Canton Repository

September 18, 2001

State officials testify against steel imports 

By Paul M. Krawzak 
Copley Washington correspondent

WASHINGTON — A break from steel imports is important for national security as well as the domestic steel industry, Ohio officials told the U.S. International Trade Commission on Monday.

“I would like to point out that America’s entire steel industry is in jeopardy, and it would be a grave risk to be entirely dependent on
other nations for a commodity that is so essential to our economy and our military capability,” Ohio Gov. Bob Taft said.

Rep. Bob Ney, R-St. Clairsville, who also favors import curbs, argued that last week’s terrorist attacks point up the need for a strong domestic steel industry.

“We have to make a decision for our national security,” he said.

Supporters and opponents of trade restrictions lined up against each other as the commission kicked off two weeks of hearings as
part of its investigation into steel imports.

President Bush asked the commission in June to determine if a surge of low-priced steel imports that began in 1998 has harmed
American steel makers. Bush has the authority to order temporary import limits or other relief if the commission determines that
imports have caused injury.

Among those who favor sanctions, Sen. Jay Rockefeller, D-W.Va., and Leo W. Gerard, president of the United Steelworkers of
America, warned that a healthy domestic steel industry is needed to provide the raw materials for national defense.

Opponents, however, retorted that the commission’s probe has nothing to do with national security.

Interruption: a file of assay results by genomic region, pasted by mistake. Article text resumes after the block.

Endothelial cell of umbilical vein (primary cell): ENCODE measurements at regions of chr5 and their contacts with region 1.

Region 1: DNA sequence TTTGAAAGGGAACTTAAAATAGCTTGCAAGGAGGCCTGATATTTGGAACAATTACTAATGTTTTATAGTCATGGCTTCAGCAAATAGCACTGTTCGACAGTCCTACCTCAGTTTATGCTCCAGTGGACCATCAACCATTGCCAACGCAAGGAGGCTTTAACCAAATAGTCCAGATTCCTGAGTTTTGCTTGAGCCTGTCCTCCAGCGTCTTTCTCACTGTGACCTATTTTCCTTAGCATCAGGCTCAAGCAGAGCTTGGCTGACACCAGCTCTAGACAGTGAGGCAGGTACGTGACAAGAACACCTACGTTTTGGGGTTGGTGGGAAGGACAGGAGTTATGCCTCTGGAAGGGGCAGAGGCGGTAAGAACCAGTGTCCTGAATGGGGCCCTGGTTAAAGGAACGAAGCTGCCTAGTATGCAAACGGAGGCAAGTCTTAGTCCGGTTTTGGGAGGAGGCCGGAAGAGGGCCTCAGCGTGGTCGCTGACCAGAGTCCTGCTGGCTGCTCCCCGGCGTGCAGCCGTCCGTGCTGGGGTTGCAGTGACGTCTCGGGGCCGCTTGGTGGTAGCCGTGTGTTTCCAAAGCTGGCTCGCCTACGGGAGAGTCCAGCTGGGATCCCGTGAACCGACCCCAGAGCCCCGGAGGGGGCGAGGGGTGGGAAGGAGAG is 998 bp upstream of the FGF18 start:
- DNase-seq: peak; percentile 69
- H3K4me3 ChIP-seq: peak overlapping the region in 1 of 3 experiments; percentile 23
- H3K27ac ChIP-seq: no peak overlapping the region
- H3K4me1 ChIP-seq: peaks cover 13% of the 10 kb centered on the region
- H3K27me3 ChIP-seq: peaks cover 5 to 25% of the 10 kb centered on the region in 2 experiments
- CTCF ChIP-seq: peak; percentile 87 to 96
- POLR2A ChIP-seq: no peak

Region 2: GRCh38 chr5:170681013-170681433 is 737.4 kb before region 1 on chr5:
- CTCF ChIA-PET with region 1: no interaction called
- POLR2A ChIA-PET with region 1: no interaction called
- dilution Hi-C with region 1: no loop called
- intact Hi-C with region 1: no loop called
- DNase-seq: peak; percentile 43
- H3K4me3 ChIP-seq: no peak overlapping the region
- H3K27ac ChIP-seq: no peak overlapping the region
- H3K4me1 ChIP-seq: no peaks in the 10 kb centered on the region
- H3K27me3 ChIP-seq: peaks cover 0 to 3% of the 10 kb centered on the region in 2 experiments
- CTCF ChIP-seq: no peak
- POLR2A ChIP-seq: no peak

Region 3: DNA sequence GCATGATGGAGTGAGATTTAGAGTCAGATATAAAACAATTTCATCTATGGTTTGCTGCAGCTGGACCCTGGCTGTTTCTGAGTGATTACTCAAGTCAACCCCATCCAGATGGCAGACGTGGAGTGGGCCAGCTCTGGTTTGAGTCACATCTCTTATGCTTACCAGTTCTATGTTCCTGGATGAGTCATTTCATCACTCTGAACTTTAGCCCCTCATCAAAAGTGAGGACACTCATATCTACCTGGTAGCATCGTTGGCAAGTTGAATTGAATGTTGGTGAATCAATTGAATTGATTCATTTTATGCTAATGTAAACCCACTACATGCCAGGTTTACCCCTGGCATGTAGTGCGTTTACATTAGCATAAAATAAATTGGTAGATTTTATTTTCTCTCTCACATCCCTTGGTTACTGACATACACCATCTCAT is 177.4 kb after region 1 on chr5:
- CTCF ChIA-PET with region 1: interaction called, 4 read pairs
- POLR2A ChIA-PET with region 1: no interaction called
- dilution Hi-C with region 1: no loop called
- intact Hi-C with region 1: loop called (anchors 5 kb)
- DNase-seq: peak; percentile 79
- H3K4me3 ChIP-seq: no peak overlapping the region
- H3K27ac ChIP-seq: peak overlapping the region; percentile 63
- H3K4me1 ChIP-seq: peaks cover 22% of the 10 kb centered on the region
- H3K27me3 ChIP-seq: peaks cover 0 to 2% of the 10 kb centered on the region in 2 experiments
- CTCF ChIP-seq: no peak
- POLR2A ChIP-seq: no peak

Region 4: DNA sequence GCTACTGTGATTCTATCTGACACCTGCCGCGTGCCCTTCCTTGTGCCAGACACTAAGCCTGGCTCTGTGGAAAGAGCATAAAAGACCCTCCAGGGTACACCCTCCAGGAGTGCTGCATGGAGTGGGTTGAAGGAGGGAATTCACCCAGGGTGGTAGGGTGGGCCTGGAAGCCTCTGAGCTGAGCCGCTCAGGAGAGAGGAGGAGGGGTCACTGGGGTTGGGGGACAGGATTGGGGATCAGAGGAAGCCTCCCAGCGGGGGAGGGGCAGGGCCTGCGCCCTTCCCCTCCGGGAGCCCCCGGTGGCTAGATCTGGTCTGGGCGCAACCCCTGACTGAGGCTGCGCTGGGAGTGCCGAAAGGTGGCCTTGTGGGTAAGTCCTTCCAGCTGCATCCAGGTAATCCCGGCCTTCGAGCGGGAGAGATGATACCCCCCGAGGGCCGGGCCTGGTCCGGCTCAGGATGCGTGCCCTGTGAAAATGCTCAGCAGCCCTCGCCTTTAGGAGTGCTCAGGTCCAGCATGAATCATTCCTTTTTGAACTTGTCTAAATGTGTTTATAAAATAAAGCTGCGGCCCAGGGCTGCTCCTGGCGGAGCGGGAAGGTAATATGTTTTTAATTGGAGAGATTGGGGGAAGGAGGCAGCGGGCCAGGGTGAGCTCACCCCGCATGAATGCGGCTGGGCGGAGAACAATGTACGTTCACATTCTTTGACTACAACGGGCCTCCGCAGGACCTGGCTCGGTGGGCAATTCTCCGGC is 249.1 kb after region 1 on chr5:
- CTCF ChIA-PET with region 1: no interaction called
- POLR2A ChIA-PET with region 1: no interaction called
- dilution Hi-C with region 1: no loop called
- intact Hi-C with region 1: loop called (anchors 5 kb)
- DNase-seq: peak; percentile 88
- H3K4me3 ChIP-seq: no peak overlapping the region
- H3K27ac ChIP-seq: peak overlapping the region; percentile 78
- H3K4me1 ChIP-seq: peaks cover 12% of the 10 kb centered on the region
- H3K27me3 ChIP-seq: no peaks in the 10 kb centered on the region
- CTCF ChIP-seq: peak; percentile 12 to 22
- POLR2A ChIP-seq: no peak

“This is not about national security, this is not about what happened last week,” said attorney William H. Barringer, who explained that the commission’s job is to determine if imports have caused substantial injury.

Barringer, who represents foreign steel makers in Brazil and Japan, said there’s no evidence of import-caused harm.

During the 18 months before the investigation began, steel imports in 22 of 33 product categories actually fell, he said.

“The primary problem for domestic producers is low prices,” he said. “If prices have not recovered as imports have declined and
continue to decline, some other dynamic must be affecting the market.”

Between July 2001 and July 2000, overall steel imports fell by a third to 1.9 million tons, the U.S. Commerce Department reported.

Those who argue for curbs say that even though imports have fallen recently, the earlier surge in cheap foreign steel has continued
to cause damage.

“Three years ago, Ohio’s steel manufacturers employed over 35,000 of Ohio’s citizens and contributed $8.77 billion to Ohio’s
economy,” Taft said. “But in just the past year alone, Ohio’s steel industry has lost 10 percent of its work force.”

Ney said imports have pushed steel prices to their lowest levels in 20 years.

“The injuries caused by overwhelming imports have occurred despite corporate restructuring, facility modernization, capacity
reductions and an amazingly productive work force,” he said.

Since 1980, the United States has lost 300,000 steel jobs, he added.

Attorney Richard O. Cunningham, who represents opponents of import curbs, told the commission that while some steel companies
are hurting, others are fine.

“In quite a few categories (of products), you will find that the great majority of U.S. producers have performed well over the period,
such that they cannot be viewed as seriously injured,” he said